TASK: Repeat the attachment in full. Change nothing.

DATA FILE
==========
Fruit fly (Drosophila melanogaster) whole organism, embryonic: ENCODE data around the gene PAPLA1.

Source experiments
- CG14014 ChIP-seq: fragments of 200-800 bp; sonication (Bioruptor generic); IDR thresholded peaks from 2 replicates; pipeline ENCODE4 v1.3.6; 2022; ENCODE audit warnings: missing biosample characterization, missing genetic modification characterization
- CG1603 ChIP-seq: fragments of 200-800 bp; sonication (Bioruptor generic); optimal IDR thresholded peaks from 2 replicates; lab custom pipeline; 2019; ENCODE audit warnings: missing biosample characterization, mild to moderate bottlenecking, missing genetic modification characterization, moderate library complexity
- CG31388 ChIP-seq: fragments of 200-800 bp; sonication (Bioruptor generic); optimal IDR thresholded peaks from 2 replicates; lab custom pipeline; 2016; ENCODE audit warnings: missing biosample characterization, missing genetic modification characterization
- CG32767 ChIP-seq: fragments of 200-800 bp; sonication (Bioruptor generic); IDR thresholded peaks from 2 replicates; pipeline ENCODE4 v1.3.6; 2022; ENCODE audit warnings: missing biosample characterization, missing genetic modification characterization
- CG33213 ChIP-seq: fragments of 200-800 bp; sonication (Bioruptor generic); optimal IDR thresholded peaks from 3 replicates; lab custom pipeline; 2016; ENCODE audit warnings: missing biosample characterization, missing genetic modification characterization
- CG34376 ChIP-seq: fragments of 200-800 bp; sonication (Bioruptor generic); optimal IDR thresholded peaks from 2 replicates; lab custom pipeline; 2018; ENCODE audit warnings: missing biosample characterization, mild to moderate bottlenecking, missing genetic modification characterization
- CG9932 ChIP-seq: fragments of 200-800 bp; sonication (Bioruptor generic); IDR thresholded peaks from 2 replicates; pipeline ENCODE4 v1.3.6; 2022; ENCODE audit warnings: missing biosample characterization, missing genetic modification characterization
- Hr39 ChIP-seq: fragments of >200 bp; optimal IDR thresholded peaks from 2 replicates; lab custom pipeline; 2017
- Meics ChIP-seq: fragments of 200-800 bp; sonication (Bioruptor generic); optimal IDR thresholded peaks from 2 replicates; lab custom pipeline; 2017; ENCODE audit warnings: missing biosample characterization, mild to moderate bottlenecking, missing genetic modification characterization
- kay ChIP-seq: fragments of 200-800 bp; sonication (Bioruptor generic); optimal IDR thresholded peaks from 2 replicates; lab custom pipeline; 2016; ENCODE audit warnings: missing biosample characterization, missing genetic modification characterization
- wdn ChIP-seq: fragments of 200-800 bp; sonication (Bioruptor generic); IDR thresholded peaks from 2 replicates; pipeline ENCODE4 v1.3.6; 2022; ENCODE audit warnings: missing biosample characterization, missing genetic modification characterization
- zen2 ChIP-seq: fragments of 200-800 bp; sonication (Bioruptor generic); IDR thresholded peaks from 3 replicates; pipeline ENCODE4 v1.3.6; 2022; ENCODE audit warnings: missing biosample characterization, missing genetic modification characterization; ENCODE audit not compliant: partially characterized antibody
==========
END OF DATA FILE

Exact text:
Fruit fly (Drosophila melanogaster) whole organism, embryonic: ENCODE data around the gene PAPLA1.

Source experiments
- CG14014 ChIP-seq: fragments of 200-800 bp; sonication (Bioruptor generic); IDR thresholded peaks from 2 replicates; pipeline ENCODE4 v1.3.6; 2022; ENCODE audit warnings: missing biosample characterization, missing genetic modification characterization
- CG1603 ChIP-seq: fragments of 200-800 bp; sonication (Bioruptor generic); optimal IDR thresholded peaks from 2 replicates; lab custom pipeline; 2019; ENCODE audit warnings: missing biosample characterization, mild to moderate bottlenecking, missing genetic modification characterization, moderate library complexity
- CG31388 ChIP-seq: fragments of 200-800 bp; sonication (Bioruptor generic); optimal IDR thresholded peaks from 2 replicates; lab custom pipeline; 2016; ENCODE audit warnings: missing biosample characterization, missing genetic modification characterization
- CG32767 ChIP-seq: fragments of 200-800 bp; sonication (Bioruptor generic); IDR thresholded peaks from 2 replicates; pipeline ENCODE4 v1.3.6; 2022; ENCODE audit warnings: missing biosample characterization, missing genetic modification characterization
- CG33213 ChIP-seq: fragments of 200-800 bp; sonication (Bioruptor generic); optimal IDR thresholded peaks from 3 replicates; lab custom pipeline; 2016; ENCODE audit warnings: missing biosample characterization, missing genetic modification characterization
- CG34376 ChIP-seq: fragments of 200-800 bp; sonication (Bioruptor generic); optimal IDR thresholded peaks from 2 replicates; lab custom pipeline; 2018; ENCODE audit warnings: missing biosample characterization, mild to moderate bottlenecking, missing genetic modification characterization
- CG9932 ChIP-seq: fragments of 200-800 bp; sonication (Bioruptor generic); IDR thresholded peaks from 2 replicates; pipeline ENCODE4 v1.3.6; 2022; ENCODE audit warnings: missing biosample characterization, missing genetic modification characterization
- Hr39 ChIP-seq: fragments of >200 bp; optimal IDR thresholded peaks from 2 replicates; lab custom pipeline; 2017
- Meics ChIP-seq: fragments of 200-800 bp; sonication (Bioruptor generic); optimal IDR thresholded peaks from 2 replicates; lab custom pipeline; 2017; ENCODE audit warnings: missing biosample characterization, mild to moderate bottlenecking, missing genetic modification characterization
- kay ChIP-seq: fragments of 200-800 bp; sonication (Bioruptor generic); optimal IDR thresholded peaks from 2 replicates; lab custom pipeline; 2016; ENCODE audit warnings: missing biosample characterization, missing genetic modification characterization
- wdn ChIP-seq: fragments of 200-800 bp; sonication (Bioruptor generic); IDR thresholded peaks from 2 replicates; pipeline ENCODE4 v1.3.6; 2022; ENCODE audit warnings: missing biosample characterization, missing genetic modification characterization
- zen2 ChIP-seq: fragments of 200-800 bp; sonication (Bioruptor generic); IDR thresholded peaks from 3 replicates; pipeline ENCODE4 v1.3.6; 2022; ENCODE audit warnings: missing biosample characterization, missing genetic modification characterization; ENCODE audit not compliant: partially characterized antibody